Bitcoin Is Too Hard To Use! UX In Crypto (video/podcast)
Have you ever pulled on a door with a handle, only to realise it says "push"? What's the handle for?
Have you ever had your washing machine lock its door on you, and then give you a really helpful message like "DOOR IS LOCKED"?
People have these experiences all the time. Often they get frustrated. Sometimes they think "Aw geez I'm such a dummie for not knowing how to work this thing." But generally, it's not your fault. It's the fault of the designers for not keeping you in mind when they made the thing.
A lot of newbies have the same experience with Bitcoin.
Welcome to Cryptonomics, principles of cryptocurrency and investing.
Welcome and thank you so much to all those people who are sharing these videos and podcasts, and thank you to all those people leaving 5 star reviews on iTunes. That's really helping me out a lot.
Scroll down to watch and listen to the episode.
A brief history of UX on the Internet
Around the time I started using the Internet, it was still common to use IP addresses - the address as numbers, instead of using words like google.com. There was no Web 2.0, or even Web 1.0. Search engines weren't fully formed. You typed the numbers to get to a university site, and got to look at a few documents and pictures - no animation, no video, not even links to click on. If I didn't know the numbers, I couldn't get to the site.
If the Internet had stayed as user friendly as it was then, do you think it would have ever become as popular as it is today? If you had to type an IP address into Gopher or a browser to get to a site, if you didn't have a search engine but you had to ask your friends for new sites to find them? The Internet would still be for nerds.
Nothing wrong with nerds, it's great to be a nerd. But the majority of people, the potential market for the Internet, and for cryptocurrency, go far beyond nerds. Regular people. Grandmas and soccer mums, grocery shoppers. Regular old humans.
Let's talk about the user experience of Bitcoin over time.
History of UX in Bitcoin
When I first started using Bitcoin, we downloaded the whole blockchain to use the wallet. It took a while, possibly a day or two to download it. Yes, you had to wait days before you had the full functionality of the wallet. I got the Litecoin wallet, used a torrent to download the blockchain to get it started. I verified the blockchain cryptographically, to make sure I wasn't getting a fake one.
In 2014, my buddy Aaron suggested this idea for a business, a café which had a full Bitcoin node so you could walk in with your laptop and download it over WiFi. That idea became obsolete pretty quickly.
Then came web wallets like Blockchain.info, and eventually light wallets like Electrum. Now we have mobile wallets, wallets as browser plugins that can hold hundreds of different cryptos. And in many countries you have a choice of several exchanges.
Now some cryptos have addresses that are actual names. You can go on Bitshares or Steemit and send money to your friend just by typing their handle. By the way, follow @cryptonomics1 on Steemit.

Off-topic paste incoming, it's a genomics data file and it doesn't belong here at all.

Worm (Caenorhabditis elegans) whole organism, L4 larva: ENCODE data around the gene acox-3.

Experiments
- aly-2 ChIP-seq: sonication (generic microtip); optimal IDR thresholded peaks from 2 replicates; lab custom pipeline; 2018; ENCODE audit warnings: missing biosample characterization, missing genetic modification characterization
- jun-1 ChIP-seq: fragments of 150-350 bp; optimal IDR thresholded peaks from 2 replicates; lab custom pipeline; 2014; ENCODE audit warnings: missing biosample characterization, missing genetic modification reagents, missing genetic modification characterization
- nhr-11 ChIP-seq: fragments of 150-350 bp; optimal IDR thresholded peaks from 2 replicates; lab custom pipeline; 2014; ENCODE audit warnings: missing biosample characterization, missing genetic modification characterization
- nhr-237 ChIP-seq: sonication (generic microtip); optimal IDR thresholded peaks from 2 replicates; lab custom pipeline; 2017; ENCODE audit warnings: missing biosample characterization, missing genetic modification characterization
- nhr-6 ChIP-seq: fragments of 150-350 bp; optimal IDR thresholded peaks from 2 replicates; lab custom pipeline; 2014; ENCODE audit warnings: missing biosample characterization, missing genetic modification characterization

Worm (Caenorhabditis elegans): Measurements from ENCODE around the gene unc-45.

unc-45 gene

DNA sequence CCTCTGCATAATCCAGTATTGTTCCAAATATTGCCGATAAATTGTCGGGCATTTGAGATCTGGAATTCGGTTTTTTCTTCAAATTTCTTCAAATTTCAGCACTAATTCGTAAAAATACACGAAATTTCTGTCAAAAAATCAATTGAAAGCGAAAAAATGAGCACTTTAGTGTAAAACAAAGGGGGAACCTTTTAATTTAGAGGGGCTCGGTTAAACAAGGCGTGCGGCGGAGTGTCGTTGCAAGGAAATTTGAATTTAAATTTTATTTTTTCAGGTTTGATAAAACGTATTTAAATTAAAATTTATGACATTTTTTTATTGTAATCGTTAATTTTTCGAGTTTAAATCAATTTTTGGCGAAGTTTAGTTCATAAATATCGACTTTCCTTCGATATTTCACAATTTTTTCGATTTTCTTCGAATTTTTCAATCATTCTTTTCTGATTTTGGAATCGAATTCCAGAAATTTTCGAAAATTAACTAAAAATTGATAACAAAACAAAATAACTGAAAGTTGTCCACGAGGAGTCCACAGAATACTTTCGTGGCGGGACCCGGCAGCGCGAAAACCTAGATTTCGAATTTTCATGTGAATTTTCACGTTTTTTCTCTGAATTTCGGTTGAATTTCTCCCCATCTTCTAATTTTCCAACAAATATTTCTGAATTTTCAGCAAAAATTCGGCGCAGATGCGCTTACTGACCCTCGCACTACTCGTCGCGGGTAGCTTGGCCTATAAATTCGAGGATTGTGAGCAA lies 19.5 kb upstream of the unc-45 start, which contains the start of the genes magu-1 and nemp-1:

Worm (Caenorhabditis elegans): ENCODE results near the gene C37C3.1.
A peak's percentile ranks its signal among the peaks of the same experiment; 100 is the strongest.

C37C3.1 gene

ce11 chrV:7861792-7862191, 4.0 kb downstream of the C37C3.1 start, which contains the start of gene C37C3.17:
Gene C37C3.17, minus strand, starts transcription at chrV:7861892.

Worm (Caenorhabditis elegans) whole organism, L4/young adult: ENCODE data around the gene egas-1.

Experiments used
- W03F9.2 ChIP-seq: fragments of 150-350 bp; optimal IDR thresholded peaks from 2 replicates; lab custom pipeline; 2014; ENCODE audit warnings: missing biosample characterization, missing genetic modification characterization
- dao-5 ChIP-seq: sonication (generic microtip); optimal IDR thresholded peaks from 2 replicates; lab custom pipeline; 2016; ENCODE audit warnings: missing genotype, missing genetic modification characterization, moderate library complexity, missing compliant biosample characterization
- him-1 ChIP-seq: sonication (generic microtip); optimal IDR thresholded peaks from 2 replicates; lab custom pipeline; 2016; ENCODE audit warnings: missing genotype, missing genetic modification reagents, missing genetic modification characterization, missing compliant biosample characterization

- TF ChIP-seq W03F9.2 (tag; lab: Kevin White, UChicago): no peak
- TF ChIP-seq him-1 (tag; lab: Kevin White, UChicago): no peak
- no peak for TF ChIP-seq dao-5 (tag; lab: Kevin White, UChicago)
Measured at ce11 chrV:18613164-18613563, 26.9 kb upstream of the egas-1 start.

A few people get bent out of shape when I mention this, they say it's no big deal to use a 34 character address or use a QR code. Okay, it could be worse. But there's a reason I don't write 220.127.116.11 on my business cards. I write cryptonomics.space - because it's easily read, understood and remembered by humans.
Bitcoin and cryptocurrencies are easier to use than ever. If we expect crypto to be more than a niche thing, it has to be outstanding to use. It has to be better to use than what people are already using, or they won't switch. It needs things like transaction disputes, private payments, automatic payments, discounts for paying with crypto. Successful digital currencies might not have all these features, but they'll have to have some of the important things that people expect, in order to reach mass adoption.
What's in it for me?
It's tempting to think that UX is something simple, something that can just be added on later, that it can be an afterthought. Really, UX doesn't work like that. Today more than ever, the technology needs to welcome the user. If you build the tech first, without thinking of the user, and then try to build UX on top, it will be tough. The tech won't be able to do what the user needs, because it wasn't built for the user.
UX can't be thrown on top like a first coat of pastel paint. A system must be designed to be congruent with user experience. If it's not, and the user comes second to the tech, people will know, they will feel it, and as long as there are other options, they simply won't use the service.
People are naturally, constantly seeking value. People are constantly asking that magical question "What's in it for me?"
As entrepreneurs and system designers we constantly have to be asking "What's in it for them?" to think about why someone would use a system, how to make it easy to use a system. Make it easy, make it fun, make it engaging, and you just might find success.
Thanks for listening to Cryptonomics, thanks for sharing this video and podcast, thanks for giving a five star review on iTunes. Most importantly, stay grateful!
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Bitcoin's bubble vs Dash's killer app
You can listen to the episode on Anchor and other podcasting services here: Cryptonomics - Bitcoin is too hard to use - UX in Crypto. Or watch on YouTube below: